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Industry Associations



31 October 2012

In today’s challenging economic times, the growth in e-commerce has proven to be a lifeline for many retailers. As online sales continue to rise, many e-tailers are realising the benefits that logistics automation offers to help win market share and maintain customer loyalty in this crucial sector

There may be some doubt as to whether Napoleon actually referred to Britain as a ‘nation of shopkeepers’ but little doubt that, if he did, it was meant as a disparaging comment on the country’s fitness for war.

Despite total retail sales of some £340 billion per annum in the UK today, Napoleon’s description rings less true every year, with the inexorable rise of online sales challenging the position of traditional High Street stores.

According to the Office for National Statistics, the average weekly online spend in September 2012 was over £507 million – an increase of almost 10% per cent compared to September 2011 – and online sales accounted for almost 9% of all retail spending (excluding automotive fuel). The growth in e-tail is set to continue; for example, recent research suggests that online grocery sales will almost double from £5.6 billion currently to £11 billion by 2017.


 When it comes to logistics, e-tail throws up a number of challenges: The order profile for online sales is quite different, with a much greater requirement for single item picking compared with the more efficient batch picking needed to replenish shops. For multichannel retailers needing to pick orders for both channels, the challenge of optimising their picking systems is even greater; With no immediate possibility to select alternative stock if the consumer is not satisfied with the delivery, customer service expectations are extremely high, so picking accuracy is critical; The high demand for next-day delivery and the offer of late order cut-off times frequently result in a short picking window; this requires a solution that can deal cost-effectively with peak throughput levels; The limitations of selecting goods via a computer screen or, worse, a mobile device mean that e-tail suffers from a high level of returns, a fact that is especially true for fashion goods.


 When it comes to e-tail, the challenge for the logistics industry is to deliver cost-effective, flexible and sustainable supply chain solutions that satisfy the increasing demands of the consumer. This is where automation comes into play. Automated systems, when carefully designed with the capacity for modular expansion to accommodate future growth, can meet peaks and troughs in a flexible way.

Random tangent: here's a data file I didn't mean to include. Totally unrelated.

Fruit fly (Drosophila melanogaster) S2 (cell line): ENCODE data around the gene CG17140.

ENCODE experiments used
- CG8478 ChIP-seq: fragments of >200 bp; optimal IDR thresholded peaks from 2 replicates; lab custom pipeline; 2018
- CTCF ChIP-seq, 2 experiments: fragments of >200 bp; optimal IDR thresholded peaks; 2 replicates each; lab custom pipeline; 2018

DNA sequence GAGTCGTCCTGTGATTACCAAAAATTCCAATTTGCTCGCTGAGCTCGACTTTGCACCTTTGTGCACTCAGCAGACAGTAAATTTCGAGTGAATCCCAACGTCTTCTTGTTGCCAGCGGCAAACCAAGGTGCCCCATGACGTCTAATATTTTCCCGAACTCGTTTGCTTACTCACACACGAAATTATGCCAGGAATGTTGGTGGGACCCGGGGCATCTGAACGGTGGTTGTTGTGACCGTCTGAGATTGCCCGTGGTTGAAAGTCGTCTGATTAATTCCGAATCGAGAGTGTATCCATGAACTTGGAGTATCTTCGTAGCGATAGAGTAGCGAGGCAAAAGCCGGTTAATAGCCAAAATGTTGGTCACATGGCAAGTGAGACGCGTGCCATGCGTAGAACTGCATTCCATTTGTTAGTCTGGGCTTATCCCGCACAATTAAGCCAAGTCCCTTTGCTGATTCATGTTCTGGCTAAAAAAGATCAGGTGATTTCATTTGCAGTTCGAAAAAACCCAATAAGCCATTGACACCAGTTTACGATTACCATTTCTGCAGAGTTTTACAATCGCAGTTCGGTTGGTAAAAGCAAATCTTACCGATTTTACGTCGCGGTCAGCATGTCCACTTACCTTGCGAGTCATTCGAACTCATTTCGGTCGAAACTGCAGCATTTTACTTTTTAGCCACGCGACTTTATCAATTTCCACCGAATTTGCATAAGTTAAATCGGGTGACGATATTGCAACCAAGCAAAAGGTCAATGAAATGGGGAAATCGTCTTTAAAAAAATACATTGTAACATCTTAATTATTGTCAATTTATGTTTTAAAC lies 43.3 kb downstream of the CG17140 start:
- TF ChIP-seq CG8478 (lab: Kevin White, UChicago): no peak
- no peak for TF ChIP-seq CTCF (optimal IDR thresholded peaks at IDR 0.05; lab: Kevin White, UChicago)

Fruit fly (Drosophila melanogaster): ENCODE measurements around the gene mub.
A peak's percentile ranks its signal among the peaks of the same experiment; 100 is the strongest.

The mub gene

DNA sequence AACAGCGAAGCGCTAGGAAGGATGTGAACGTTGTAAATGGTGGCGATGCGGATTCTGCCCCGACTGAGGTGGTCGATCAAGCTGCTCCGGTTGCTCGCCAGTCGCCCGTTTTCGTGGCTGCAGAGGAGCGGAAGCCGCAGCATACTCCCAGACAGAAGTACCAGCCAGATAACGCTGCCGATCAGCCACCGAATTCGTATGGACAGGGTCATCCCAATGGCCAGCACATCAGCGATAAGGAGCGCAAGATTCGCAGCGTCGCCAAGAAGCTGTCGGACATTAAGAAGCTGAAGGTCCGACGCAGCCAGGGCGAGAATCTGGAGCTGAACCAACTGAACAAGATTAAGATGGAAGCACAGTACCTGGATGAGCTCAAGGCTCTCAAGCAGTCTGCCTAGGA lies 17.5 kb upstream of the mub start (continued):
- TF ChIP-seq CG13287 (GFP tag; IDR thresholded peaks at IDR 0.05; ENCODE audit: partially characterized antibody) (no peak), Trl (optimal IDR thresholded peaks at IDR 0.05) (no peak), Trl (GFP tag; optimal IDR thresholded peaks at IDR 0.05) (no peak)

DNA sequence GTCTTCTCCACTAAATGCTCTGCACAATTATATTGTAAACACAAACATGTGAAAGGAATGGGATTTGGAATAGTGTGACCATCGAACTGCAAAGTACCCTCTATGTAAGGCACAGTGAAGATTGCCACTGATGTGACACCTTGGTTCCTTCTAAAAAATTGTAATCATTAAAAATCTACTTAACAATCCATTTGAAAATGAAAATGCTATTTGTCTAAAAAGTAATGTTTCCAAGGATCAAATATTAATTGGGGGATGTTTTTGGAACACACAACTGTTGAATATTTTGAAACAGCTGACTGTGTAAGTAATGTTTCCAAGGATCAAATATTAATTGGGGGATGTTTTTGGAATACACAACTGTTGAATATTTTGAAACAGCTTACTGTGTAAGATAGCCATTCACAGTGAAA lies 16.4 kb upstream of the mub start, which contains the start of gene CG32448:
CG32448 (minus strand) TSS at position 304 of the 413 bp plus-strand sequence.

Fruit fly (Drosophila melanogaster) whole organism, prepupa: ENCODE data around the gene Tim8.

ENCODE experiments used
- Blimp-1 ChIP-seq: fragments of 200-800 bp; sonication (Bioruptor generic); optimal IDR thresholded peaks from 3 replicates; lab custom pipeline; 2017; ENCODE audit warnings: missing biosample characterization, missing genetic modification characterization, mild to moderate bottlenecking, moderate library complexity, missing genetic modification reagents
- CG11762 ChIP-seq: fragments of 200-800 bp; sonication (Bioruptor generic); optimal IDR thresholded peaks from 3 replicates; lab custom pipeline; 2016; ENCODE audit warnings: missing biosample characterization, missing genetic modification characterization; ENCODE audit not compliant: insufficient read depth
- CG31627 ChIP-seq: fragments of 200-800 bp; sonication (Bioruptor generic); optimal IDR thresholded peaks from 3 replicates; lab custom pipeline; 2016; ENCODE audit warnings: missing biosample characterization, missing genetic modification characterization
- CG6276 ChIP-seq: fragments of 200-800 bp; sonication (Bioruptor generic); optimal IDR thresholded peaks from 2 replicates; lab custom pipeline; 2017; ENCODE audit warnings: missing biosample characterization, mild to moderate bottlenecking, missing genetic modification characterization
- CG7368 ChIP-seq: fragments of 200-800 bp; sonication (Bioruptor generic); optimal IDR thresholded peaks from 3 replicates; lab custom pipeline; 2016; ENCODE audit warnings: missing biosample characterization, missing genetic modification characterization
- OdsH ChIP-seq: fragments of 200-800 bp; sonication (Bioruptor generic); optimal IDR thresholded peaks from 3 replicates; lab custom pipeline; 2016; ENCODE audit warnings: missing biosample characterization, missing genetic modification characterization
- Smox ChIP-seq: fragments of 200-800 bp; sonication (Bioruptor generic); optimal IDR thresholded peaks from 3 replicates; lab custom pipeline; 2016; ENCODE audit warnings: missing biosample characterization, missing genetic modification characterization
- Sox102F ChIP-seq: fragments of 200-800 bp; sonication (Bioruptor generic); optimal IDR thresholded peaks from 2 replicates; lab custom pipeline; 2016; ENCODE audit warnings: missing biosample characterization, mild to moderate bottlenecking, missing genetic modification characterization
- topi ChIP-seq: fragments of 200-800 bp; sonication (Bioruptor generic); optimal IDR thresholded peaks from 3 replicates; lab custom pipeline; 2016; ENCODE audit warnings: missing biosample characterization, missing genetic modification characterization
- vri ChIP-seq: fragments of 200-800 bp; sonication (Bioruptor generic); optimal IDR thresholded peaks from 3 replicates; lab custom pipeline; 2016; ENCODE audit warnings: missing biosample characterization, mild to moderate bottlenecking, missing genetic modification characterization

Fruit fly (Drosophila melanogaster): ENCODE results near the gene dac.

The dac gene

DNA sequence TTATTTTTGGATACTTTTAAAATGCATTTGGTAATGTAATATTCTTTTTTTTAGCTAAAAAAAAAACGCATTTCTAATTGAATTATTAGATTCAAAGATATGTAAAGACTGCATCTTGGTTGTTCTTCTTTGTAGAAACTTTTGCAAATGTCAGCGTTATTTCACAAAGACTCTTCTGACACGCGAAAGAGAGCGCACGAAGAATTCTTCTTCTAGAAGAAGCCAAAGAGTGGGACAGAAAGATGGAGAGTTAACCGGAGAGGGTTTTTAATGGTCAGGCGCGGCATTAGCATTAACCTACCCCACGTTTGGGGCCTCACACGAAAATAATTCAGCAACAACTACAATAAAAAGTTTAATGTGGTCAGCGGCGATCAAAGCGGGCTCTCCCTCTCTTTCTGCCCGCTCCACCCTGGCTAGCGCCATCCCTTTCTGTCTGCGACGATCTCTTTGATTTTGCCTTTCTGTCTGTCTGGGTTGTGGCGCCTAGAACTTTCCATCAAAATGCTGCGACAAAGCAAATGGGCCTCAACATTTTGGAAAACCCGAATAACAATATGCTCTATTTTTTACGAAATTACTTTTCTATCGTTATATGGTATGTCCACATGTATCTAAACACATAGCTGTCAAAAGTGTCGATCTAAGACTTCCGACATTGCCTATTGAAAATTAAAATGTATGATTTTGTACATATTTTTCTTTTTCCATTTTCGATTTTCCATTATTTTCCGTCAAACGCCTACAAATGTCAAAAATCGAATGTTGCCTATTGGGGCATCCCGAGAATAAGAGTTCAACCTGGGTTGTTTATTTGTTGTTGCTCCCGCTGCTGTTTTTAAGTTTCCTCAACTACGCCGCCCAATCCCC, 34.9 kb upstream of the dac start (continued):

The latest generation of technology allows cost-effective picking of smaller unit loads – cases, totes or single items – and can facilitate the picking, sequencing and dispatch of orders in various load types within multichannel distribution centres. Advances in the speed and accuracy of robotic picking are making automation of the picking process for singles a reality. In addition, computer control of the picking process allows automated handling solutions to secure the economies of batch picking despite the requirement for single items; for example, a pick-by-light solution can enable the picking of several items from a tote and the allocation of them to several target totes, each representing a home delivery.

Returns are a major headache for e-tailers but many automated systems deal highly efficiently with returns. Unlike in a manual system where potential orders may be lost through the invisibility of returned goods, an automated system – with returns scanned on re-entry to the distribution centre – ensures that goods are immediately available for current orders.

What is more, automation negates the need for returns to be reintegrated into the main stock, as the warehouse management system knows exactly where they are located. Automated logistics processes – such as fully automatic A-frame picking machines, pick-by-voice techniques or pickby- light technology – improve picking accuracy and thereby minimise the number of returns in the first place.

Automation facilitates highly efficient storage and picking in order to cope with the demands of next-day delivery despite short picking windows. For example, goods-to-person picking methods enable significantly higher pick rates per person/hour compared to person-togoods picking. What is more, many e-tailers are integrating value-added services – such as gift wrapping – in their automated systems remarkably easily and effectively.


 The potential for automation in e-tail logistics is enormous. Undoubtedly, given the anticipated growth of the sector, a key area will be grocery ecommerce.

Automated handling suppliers are already devising fascinating solutions to harness the power of automation within traditionally manual grocery distribution and this promises to be a key competitive arena between logistics automation providers over the coming years.

The Automated Materials Handling Systems Association (AMHSA) is the voice of the UK automated handling industry and is committed to promoting excellence in handling automation in terms of solutions, after sales support, reliability and safety. The association represents about 50 of the sector’s leading companies that between them supply the overwhelming majority of the automated handling equipment purchased in the UK. The association’s members can offer valuable advic